Chinese Activist Hails Burma in Final Interview

Li Wangyang during his last interview. (Photo: HK Cable TV)

Li Wangyang during his last interview. (Photo: HK Cable TV)

One of the main instigators of China’s Tiananmen Square democracy uprising called upon Beijing to follow Burma’s example during the last interview before his controversial death on June 6.

Li Wangyang was imprisoned for 21 years for his role in the 1989 student-led popular demonstration after being convicted of counterrevolutionary propaganda, incitement and subversion.

Just a few days after giving a television interview earlier this month, in which he continued to call for democratic reform in his homeland, Li was reportedly found hanging from a hospital window with a strip of cloth around his neck.

“The future of China is decided by the Chinese people. The people in power can’t decide it” he told Hong Kong Cable TV.”Taiwan became a multi-party system 10 to 20 years ago and underwent political reform.

“Even the Burmese military government has already given up their one-party system and Burma is progressing towards a democracy. I believe the future China will be on the path for freedom and democracy and implement a multi-party system.”

Authorities in Shaoyang City, in the central province of Hunan, initially claimed Li’s death was a suicide, but this was later revised to “accidental death” after the autopsy. Yet his supporters maintain that the demise of Li, in his 60s and deaf and blind after years of alleged torture while incarcerated, is extremely suspicious.

“We are questioning this [suicide], he was in prison for more than 20 years, and had a strong spirit. We cannot understand this, so really, in our hearts, we don’t believe this was a suicide,” said Li’s brother-in-law Zhao Baozhu.

Li was released in May last year but the authorities kept him under 24-hour surveillance in hospital. He could only communicate by having the shapes of letters drawn on his leg and attributed his blindness to “optic atrophy” after receiving multiple blows to the head during more than two decades in prison.

His death has had such an effect on the people of Hong Kong, where Li was a particular prominent figure, that already more than 50,000 petition signatories, as well as leading politicians from both sides of the political divide, have joined calls for a thorough investigation. Of all Chinese pro-democracy activists from 1989, Li spent the longest time in prison.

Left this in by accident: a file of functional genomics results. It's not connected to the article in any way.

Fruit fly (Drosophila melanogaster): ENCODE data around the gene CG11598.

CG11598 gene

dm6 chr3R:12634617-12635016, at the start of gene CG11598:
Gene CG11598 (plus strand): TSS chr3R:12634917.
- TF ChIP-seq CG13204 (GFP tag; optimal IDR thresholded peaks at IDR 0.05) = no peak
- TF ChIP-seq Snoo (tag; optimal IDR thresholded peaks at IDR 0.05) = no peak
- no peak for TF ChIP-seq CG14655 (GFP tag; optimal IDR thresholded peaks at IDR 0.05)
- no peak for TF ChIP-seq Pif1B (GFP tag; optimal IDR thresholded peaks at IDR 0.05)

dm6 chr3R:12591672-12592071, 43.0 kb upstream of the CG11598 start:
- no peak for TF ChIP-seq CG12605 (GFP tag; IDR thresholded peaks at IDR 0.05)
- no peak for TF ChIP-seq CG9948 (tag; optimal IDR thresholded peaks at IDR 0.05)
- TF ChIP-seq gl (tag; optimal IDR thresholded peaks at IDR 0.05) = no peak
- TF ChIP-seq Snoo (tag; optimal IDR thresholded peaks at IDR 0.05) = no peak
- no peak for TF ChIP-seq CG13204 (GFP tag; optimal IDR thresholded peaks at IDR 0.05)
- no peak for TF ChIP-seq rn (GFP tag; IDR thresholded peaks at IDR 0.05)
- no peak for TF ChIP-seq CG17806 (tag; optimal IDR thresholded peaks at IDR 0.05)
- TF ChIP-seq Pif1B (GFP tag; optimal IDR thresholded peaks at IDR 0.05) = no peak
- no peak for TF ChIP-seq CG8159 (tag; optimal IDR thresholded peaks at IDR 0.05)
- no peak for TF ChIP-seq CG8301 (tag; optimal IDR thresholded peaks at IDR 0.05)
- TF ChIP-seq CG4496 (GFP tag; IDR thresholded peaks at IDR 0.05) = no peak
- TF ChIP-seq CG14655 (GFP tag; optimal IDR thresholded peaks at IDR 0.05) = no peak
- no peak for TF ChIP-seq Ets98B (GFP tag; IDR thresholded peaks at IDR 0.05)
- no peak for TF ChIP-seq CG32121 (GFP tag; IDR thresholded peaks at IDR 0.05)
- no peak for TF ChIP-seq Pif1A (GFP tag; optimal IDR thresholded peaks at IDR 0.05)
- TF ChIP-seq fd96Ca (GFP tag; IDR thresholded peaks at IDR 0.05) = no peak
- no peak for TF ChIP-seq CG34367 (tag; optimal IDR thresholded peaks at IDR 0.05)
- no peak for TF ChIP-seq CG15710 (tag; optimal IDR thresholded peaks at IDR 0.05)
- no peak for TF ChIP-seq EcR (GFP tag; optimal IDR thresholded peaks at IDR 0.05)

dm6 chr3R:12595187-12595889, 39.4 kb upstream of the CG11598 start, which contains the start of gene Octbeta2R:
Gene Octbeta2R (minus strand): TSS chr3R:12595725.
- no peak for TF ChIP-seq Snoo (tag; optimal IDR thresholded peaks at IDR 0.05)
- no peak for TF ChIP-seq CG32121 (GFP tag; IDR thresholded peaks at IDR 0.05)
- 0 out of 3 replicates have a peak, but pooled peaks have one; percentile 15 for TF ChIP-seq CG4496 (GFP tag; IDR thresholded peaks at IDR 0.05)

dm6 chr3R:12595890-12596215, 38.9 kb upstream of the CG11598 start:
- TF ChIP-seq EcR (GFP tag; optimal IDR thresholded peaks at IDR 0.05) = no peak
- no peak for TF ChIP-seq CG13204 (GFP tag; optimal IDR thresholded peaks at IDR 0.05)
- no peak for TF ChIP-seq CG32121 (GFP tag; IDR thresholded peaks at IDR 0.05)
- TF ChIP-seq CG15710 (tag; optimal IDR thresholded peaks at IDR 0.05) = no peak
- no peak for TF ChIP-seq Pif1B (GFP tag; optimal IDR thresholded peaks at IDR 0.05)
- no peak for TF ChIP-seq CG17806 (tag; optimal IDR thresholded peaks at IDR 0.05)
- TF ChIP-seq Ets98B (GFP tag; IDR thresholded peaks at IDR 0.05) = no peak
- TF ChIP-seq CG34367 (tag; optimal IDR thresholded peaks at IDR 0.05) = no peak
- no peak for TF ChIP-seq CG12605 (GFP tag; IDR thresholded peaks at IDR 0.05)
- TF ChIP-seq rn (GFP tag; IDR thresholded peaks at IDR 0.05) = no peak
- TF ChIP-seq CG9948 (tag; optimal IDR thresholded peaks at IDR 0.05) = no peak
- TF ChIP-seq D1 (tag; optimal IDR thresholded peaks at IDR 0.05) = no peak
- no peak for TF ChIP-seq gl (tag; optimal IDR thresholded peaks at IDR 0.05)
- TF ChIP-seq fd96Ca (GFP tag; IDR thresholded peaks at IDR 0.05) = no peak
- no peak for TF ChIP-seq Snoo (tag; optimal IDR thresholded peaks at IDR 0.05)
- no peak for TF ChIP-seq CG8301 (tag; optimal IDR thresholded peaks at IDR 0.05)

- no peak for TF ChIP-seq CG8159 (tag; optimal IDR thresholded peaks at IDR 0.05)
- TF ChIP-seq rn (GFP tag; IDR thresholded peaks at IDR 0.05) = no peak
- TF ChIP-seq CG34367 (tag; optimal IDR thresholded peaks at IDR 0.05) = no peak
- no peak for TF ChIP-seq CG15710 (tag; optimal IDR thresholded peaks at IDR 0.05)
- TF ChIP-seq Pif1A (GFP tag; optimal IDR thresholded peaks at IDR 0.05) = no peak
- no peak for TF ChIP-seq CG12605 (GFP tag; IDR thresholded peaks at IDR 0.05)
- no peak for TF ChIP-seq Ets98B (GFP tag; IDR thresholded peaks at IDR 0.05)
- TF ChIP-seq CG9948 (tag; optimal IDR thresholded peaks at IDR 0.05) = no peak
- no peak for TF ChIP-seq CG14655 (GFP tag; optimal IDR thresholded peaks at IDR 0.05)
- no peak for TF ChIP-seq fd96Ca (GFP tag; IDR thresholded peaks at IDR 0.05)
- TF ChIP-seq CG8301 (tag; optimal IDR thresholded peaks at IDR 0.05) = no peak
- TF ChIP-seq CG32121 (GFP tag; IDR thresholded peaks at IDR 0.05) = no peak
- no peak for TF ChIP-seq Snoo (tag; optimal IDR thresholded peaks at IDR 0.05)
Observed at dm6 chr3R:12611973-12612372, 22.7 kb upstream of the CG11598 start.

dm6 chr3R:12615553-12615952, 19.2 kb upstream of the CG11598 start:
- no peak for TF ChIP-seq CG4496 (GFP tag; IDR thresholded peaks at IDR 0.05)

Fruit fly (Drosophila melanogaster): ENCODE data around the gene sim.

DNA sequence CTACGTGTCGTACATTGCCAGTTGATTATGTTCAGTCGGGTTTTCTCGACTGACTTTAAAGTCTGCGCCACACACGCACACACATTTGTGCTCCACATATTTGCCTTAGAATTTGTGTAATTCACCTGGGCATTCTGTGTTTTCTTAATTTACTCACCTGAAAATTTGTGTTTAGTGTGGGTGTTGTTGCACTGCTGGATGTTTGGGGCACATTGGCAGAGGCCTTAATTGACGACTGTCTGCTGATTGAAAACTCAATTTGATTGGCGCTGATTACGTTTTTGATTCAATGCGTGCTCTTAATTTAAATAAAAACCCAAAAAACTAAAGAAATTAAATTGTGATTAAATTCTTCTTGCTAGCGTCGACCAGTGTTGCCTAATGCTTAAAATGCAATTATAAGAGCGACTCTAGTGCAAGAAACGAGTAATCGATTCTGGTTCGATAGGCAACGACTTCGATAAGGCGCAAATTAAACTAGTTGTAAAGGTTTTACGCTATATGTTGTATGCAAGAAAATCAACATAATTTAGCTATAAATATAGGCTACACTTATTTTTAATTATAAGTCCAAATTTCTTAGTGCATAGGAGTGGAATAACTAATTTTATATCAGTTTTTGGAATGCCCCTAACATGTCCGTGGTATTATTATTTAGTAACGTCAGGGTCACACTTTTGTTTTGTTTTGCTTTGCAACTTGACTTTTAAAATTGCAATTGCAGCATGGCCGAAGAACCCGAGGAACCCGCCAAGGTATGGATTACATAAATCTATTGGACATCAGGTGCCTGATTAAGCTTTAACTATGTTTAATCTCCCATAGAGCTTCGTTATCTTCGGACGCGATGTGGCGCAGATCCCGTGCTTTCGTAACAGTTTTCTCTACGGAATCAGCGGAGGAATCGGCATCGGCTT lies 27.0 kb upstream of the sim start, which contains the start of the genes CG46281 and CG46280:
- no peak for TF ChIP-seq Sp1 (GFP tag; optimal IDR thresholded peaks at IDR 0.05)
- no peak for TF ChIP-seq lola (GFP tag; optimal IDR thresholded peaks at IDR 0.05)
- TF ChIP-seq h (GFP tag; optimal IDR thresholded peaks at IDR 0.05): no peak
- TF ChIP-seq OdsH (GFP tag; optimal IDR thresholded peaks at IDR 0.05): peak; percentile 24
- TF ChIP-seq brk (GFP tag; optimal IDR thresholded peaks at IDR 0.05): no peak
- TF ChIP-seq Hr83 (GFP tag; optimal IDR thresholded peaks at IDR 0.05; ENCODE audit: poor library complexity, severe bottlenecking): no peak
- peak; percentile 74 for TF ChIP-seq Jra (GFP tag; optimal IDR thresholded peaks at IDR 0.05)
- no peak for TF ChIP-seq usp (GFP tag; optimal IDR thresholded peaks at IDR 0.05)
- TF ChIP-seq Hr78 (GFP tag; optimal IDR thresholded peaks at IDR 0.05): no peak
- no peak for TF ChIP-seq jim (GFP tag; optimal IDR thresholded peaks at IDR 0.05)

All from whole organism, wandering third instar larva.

Many insist that the disabled activist may have finally been murdered because of his politics. Li used his last interview to say that he did not regret getting involved in the Chinese democracy movement despite the huge personal price he paid.

“There were so many students in Tiananmen Square, young students, patriotic students, their blood was shed, they sacrificed,” he said. “And I was just sentenced to jail and not yet beheaded. Even if I were beheaded, I would not regret it.”

“For democracy and the survival of the country, ordinary men should take responsibility.”

2 Responses to Chinese Activist Hails Burma in Final Interview

  1. He hung himself. No, it was an accident. Any way you spin it, it’s a pack of liars with a dead body, and no one wants to say they gave the order to kill him. If there’s more to the story than this, China’s leadership doesn’t seem concerned. Osama bin Laden is dead. Good.

    The Chinese leaders’ usual response to their misdeeds is to say that the claims are “groundless”. This expresses their doubt of you having solid evidence to demonstrate their guilt. Their denials imply their innocence, without claiming to be innocent. Now they have a dead body, and China isn’t even bothering to have a plausible story for it.

    New from the BBC, concerning the last major dead body story: “Top chief says Bo Xilai scandal ‘damaged’ China’s image”

    If China wants to improve its image, it should place its priority on preventing and solving the crimes. Then its image will take care of itself.

    There’s a new group of leaders soon coming to power in China. Let’s hope they’re more humane than the current crowd.

  2. ASSK, the NLD victories in the April by-election – these are all inspirations to Chinese netizens who are genuinely excited by the changes in Burma.
    However, there are some details in this article that require clarification.
    1. Li Wangyang was a seasoned labour activist. He organised actions in his hometown in Hunan to support the pro-democracy movement that began in Beijing. This does not lessen the importance of what he did, but he was not “a main instigator” in Tiananmen.

    2. Li only became a prominent figure in Hong Kong after Cable TV broadcast an interview with him days before this year’s anniversary of the June 4 crackdown. It was an amazing interview, people were impressed and touched.

    3. The figures on the “other” side of the political divide only called for an investigation after 25,000 people took to the streets to express outrage and demand justice. They saw the way the wind was blowing. Prior to that, they had said it would be “inappropriate” for them to say anything to Beijing.

    Li served a much longer sentence than many of the students and intellectuals associated with 1989, this fits the pattern of Beijing’s fear of real trade unionists and labour activists. They know that any uprising by workers would be more dangerous to their hold on power than movements led by students and intellectuals. This is reflected in the harsh sentences given to workers’ leaders.

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